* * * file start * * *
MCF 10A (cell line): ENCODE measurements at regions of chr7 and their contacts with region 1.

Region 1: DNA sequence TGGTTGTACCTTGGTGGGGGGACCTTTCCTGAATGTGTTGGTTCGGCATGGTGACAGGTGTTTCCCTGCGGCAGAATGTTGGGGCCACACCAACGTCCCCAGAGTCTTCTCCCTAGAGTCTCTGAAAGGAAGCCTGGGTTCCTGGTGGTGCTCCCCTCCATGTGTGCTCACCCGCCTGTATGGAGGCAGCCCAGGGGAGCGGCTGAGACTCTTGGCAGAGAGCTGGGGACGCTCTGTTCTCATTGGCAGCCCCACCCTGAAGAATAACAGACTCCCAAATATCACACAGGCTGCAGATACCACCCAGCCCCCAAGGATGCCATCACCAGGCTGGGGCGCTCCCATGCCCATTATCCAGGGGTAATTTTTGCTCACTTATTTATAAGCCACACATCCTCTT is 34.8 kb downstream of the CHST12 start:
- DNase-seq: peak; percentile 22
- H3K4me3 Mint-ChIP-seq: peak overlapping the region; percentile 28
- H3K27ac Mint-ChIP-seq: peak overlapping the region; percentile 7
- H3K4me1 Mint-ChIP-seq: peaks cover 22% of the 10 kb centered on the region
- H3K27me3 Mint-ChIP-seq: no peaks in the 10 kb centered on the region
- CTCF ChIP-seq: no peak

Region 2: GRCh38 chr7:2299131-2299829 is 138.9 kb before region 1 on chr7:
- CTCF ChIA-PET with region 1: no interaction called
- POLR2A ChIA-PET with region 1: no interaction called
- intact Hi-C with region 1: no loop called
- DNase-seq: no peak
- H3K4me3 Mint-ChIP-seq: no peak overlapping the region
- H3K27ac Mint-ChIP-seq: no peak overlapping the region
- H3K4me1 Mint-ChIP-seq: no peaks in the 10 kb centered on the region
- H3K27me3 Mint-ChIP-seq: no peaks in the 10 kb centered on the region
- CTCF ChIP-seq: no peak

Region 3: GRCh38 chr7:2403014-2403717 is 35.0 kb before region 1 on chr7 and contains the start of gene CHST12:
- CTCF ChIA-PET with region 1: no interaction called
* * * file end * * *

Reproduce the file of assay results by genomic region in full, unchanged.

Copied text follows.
MCF 10A (cell line): ENCODE measurements at regions of chr7 and their contacts with region 1.

Region 1: DNA sequence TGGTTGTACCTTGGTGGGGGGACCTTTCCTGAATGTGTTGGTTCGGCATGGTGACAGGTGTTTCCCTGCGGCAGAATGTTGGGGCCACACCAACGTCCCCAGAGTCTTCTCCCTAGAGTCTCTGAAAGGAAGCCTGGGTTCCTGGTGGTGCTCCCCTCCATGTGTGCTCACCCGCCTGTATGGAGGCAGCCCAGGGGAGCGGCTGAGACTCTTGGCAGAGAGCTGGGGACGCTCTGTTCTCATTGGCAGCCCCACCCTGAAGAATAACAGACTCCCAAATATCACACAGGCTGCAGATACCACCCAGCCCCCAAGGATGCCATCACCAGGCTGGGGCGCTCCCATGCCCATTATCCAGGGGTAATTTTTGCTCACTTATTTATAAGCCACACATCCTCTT is 34.8 kb downstream of the CHST12 start:
- DNase-seq: peak; percentile 22
- H3K4me3 Mint-ChIP-seq: peak overlapping the region; percentile 28
- H3K27ac Mint-ChIP-seq: peak overlapping the region; percentile 7
- H3K4me1 Mint-ChIP-seq: peaks cover 22% of the 10 kb centered on the region
- H3K27me3 Mint-ChIP-seq: no peaks in the 10 kb centered on the region
- CTCF ChIP-seq: no peak

Region 2: GRCh38 chr7:2299131-2299829 is 138.9 kb before region 1 on chr7:
- CTCF ChIA-PET with region 1: no interaction called
- POLR2A ChIA-PET with region 1: no interaction called
- intact Hi-C with region 1: no loop called
- DNase-seq: no peak
- H3K4me3 Mint-ChIP-seq: no peak overlapping the region
- H3K27ac Mint-ChIP-seq: no peak overlapping the region
- H3K4me1 Mint-ChIP-seq: no peaks in the 10 kb centered on the region
- H3K27me3 Mint-ChIP-seq: no peaks in the 10 kb centered on the region
- CTCF ChIP-seq: no peak

Region 3: GRCh38 chr7:2403014-2403717 is 35.0 kb before region 1 on chr7 and contains the start of gene CHST12:
- CTCF ChIA-PET with region 1: no interaction called